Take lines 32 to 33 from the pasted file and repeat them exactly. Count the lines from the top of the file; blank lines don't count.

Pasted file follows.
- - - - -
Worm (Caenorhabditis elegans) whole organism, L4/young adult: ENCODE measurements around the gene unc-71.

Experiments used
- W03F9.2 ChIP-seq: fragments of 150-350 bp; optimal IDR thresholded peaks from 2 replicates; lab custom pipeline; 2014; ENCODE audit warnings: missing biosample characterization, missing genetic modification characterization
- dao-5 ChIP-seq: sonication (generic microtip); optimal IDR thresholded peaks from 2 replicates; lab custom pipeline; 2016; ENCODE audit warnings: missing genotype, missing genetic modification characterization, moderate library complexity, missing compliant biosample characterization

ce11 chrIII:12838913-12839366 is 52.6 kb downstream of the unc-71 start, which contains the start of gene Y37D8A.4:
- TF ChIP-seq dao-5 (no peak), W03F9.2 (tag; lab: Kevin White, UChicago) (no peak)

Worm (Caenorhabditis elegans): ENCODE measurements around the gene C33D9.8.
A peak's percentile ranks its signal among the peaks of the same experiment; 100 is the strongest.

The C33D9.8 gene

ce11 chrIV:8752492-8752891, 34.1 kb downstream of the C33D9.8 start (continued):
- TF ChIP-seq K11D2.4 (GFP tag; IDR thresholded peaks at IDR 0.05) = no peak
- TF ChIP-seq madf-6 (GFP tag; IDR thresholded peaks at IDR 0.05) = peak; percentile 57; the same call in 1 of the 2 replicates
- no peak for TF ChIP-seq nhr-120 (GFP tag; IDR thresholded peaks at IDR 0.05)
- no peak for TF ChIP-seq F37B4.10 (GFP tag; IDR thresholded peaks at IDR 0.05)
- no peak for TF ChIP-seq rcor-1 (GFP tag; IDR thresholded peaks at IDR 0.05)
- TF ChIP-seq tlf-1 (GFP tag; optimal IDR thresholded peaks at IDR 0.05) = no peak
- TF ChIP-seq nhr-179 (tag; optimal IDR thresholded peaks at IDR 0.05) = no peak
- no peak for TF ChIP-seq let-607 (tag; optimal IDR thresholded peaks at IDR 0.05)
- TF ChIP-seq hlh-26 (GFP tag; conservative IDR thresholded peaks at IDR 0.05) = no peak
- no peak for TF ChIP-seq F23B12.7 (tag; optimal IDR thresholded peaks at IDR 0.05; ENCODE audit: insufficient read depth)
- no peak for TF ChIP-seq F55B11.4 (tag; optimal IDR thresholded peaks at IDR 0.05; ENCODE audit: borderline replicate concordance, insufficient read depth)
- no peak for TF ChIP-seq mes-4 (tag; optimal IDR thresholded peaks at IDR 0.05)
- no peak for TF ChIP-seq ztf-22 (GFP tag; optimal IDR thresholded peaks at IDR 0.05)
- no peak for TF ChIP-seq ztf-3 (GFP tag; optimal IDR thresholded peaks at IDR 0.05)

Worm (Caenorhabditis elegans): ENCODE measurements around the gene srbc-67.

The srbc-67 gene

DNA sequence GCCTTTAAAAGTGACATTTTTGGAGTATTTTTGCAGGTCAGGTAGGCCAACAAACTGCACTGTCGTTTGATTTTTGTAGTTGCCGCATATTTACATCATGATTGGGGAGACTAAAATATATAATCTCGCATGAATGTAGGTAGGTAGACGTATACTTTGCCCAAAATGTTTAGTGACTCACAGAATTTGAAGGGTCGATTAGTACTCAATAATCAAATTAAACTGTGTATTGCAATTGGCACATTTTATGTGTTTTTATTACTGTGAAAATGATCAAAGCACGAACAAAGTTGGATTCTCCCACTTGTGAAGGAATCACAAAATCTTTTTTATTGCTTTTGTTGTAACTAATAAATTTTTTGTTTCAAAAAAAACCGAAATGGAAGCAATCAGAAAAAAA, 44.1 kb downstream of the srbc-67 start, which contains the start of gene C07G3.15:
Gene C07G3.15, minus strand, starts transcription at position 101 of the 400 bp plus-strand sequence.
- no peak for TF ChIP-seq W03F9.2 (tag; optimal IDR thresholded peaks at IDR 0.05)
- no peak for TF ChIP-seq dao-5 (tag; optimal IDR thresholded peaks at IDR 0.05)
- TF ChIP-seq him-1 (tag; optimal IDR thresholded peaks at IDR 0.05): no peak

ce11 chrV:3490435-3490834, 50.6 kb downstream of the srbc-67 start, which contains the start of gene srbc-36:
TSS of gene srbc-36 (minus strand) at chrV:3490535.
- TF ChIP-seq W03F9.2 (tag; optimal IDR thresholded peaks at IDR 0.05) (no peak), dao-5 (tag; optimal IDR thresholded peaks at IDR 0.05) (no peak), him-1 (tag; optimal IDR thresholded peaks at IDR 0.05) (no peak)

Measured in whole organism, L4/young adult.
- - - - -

ce11 chrV:3490435-3490834, 50.6 kb downstream of the srbc-67 start, which contains the start of gene srbc-36:
TSS of gene srbc-36 (minus strand) at chrV:3490535.